Lively Berkeley brings small-town feel to Northwest Denver

Tucked in Northwest Denver, the Berkeley neighborhood is a charming and lively spot, close enough to downtown to be convenient but far enough away to feel like its own close-knit community.

Neighboring West Highland and Regis, Berkeley is bordered by I-70 to the north, Federal Boulevard to the west, West 38th Avenue to the south and Sheridan Boulevard to the west.

It is also home to the upbeat, vibrant Tennyson Street Cultural District, a corridor packed with more than 65 businesses, from chic art galleries and boutiques to salons, studios, flower shops and more. 

About 8,500 people live in the neighborhood.

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Humble beginnings

Berkeley got its start as an alfalfa farm.

In 1863, several homesteaders were granted plots of land in the area. But not long after, in 1879, businessman and developer John Brisben Walker bought much of the land to develop his farm.

Berkeley Farms, likely named after Walker’s hometown of Berkeley Springs, Virginia, encompassed a massive 1,500 acres. He soon established the Berkeley Farm and Cattle Company and Berkeley Lake, on the farm’s property, was turned into a reservoir.

But the farm would not last long. In 1888, Walker sold the land to a real estate firm who hired William Lang, a known architect, to design 35 houses for the new development. 50 acres of the land was also donated and would later become Regis College.

By 1892, the population had (relatively) exploded: 450 people lived in the town and residents voted to officially name the area the Town of North Denver. When the town was officially annexed into Denver in 1902, it changed its name to Berkeley.

The suburb was known for its clean air as it was just far enough away from the smoke and dust of the city. The town’s earliest residents were farmers who would carry crops into Denver to sell.

In the early 1900s, the “Berkeley Motor” was one of the most traveled trolley lines in the city. This was due in part to the popularity of the nearby Elitch Gardens. The zoological and botanic gardens as well as the Elitch Theater was known across the country and those travelling to get there would write about the beautiful and large homes along they saw along the route.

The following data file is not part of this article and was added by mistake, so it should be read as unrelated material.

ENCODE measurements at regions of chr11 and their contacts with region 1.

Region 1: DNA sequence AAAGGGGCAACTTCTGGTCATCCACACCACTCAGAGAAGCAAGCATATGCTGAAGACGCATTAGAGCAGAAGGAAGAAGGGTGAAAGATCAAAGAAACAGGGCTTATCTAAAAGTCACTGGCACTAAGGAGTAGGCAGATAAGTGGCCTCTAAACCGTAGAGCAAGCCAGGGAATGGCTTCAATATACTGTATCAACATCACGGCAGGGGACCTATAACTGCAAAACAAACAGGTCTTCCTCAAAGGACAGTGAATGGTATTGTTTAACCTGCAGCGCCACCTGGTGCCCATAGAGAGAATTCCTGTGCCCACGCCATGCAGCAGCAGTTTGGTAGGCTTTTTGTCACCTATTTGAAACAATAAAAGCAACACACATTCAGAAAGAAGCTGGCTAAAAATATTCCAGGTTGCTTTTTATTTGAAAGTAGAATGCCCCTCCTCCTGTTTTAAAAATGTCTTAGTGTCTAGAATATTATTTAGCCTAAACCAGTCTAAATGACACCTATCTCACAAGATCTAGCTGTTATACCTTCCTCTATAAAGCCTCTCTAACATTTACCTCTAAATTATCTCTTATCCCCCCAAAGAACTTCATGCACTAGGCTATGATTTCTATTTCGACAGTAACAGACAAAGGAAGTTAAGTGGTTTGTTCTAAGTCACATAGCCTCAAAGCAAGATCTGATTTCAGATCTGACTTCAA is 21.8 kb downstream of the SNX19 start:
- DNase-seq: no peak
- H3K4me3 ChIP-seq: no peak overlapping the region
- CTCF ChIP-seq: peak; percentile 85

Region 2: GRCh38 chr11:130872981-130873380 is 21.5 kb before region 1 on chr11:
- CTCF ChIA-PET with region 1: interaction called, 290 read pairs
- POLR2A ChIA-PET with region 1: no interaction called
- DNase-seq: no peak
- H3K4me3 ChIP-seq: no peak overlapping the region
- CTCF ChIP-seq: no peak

Slowly this reputation would help to bring new residents into the area. The number of homes along that trolley line would grow by almost 50 percent between 1926 and 1950.

Continued growth

Outside the Tennyson Street Cultural District, Berkeley has a fair amount of apartment construction—  such as the 3680 Tennyson Apartments, the 39th & Tennyson apartment project and the Ten6 town-homes — but its density precludes it from having any major housing developments.

The median home price for all size properties in the area is $487,500, up 6 percent over last year, while the median rent for all size properties is $2,100 — a bit of a drop from when it peaked to $2,400 in March, according to real estate website Trulia.com.

The median income for the area is about $82,000, according to Denver Metro Data, a demographics resource website created by The Piton Foundation. 

Exploring Berkeley today

Along Tennyson Street between West 44th Avenue and West 38th Avenue, you'll find a host of fun places to visit, such as the Denver Cat Company, a feline-friendly lounge that serves coffee, pastries and bagels, as well as plenty of coffee shops (like Downpours Coffee and Allegro Coffee Roasters Tennyson). Quaint boutiques there include Inspyre, Your Sliding Scale and Ooh! Aah! Jewelry. BookBar is a quaint, independent book store and wine bar with comfy lounge areas to curl up with a good book and a glass of wine.

There's even a spot in the area just for men. Spruce provides male grooming and style needs and was one of two Colorado startups among the 10 chosen to participate in TechStar's retail accelerator program in June. The program is meant to foster entrepreneurs' experience and connect the startups with investors.

Berkeley sees surge in local businesses

There's also no shortage of restaurants and pubs in the area. Local favorites include Cozy Cottage — a breakfast/brunch spot — Atomic Cowboy — a pizza joint — and El Chingon Mexican Bistro. Grab a beer at micro brewery De Steeg Brewing or Berkeley Untapped, a casual spot serving craft beer, local wine and spirits. Plus, Mas Kaos Pizzeria & Taqueria was named one of Zagat's 12 hottest new bars of 2016

Besides scattered parks and playgrounds, Rocky Mountain Lake Park is a large, scenic park tucked away into the northeast corner of the neighborhood. It has a one-mile trail loop that circles the lake, football fields, a softball field, a baseball field, playgrounds, picnic areas and even a horseshoe pit. And in the northwestern corner of the neighborhood, Berkeley Lake Park offers many of the same amenities, as well as a large dog park, a recreation center and tennis courts. 

Copyright 2016 KUSA


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